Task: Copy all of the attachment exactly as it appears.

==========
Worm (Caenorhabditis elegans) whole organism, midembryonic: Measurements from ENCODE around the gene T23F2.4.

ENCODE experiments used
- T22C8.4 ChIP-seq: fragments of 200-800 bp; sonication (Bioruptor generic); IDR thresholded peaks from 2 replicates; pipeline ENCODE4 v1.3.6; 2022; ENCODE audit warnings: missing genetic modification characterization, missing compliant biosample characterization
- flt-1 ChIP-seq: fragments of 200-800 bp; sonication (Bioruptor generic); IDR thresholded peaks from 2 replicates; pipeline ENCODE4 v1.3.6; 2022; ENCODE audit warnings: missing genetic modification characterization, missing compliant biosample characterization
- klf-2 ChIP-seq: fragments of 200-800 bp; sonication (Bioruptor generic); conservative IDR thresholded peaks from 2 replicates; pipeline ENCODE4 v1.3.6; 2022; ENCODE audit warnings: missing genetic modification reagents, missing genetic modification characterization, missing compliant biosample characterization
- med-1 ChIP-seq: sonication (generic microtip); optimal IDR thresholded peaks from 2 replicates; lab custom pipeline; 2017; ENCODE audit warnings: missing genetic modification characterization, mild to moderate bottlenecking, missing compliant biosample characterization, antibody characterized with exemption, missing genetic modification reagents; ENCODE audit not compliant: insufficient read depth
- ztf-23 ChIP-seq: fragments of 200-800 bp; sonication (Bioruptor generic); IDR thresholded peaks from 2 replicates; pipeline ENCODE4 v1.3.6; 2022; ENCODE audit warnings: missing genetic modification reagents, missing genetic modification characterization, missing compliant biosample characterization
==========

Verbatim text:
Worm (Caenorhabditis elegans) whole organism, midembryonic: Measurements from ENCODE around the gene T23F2.4.

ENCODE experiments used
- T22C8.4 ChIP-seq: fragments of 200-800 bp; sonication (Bioruptor generic); IDR thresholded peaks from 2 replicates; pipeline ENCODE4 v1.3.6; 2022; ENCODE audit warnings: missing genetic modification characterization, missing compliant biosample characterization
- flt-1 ChIP-seq: fragments of 200-800 bp; sonication (Bioruptor generic); IDR thresholded peaks from 2 replicates; pipeline ENCODE4 v1.3.6; 2022; ENCODE audit warnings: missing genetic modification characterization, missing compliant biosample characterization
- klf-2 ChIP-seq: fragments of 200-800 bp; sonication (Bioruptor generic); conservative IDR thresholded peaks from 2 replicates; pipeline ENCODE4 v1.3.6; 2022; ENCODE audit warnings: missing genetic modification reagents, missing genetic modification characterization, missing compliant biosample characterization
- med-1 ChIP-seq: sonication (generic microtip); optimal IDR thresholded peaks from 2 replicates; lab custom pipeline; 2017; ENCODE audit warnings: missing genetic modification characterization, mild to moderate bottlenecking, missing compliant biosample characterization, antibody characterized with exemption, missing genetic modification reagents; ENCODE audit not compliant: insufficient read depth
- ztf-23 ChIP-seq: fragments of 200-800 bp; sonication (Bioruptor generic); IDR thresholded peaks from 2 replicates; pipeline ENCODE4 v1.3.6; 2022; ENCODE audit warnings: missing genetic modification reagents, missing genetic modification characterization, missing compliant biosample characterization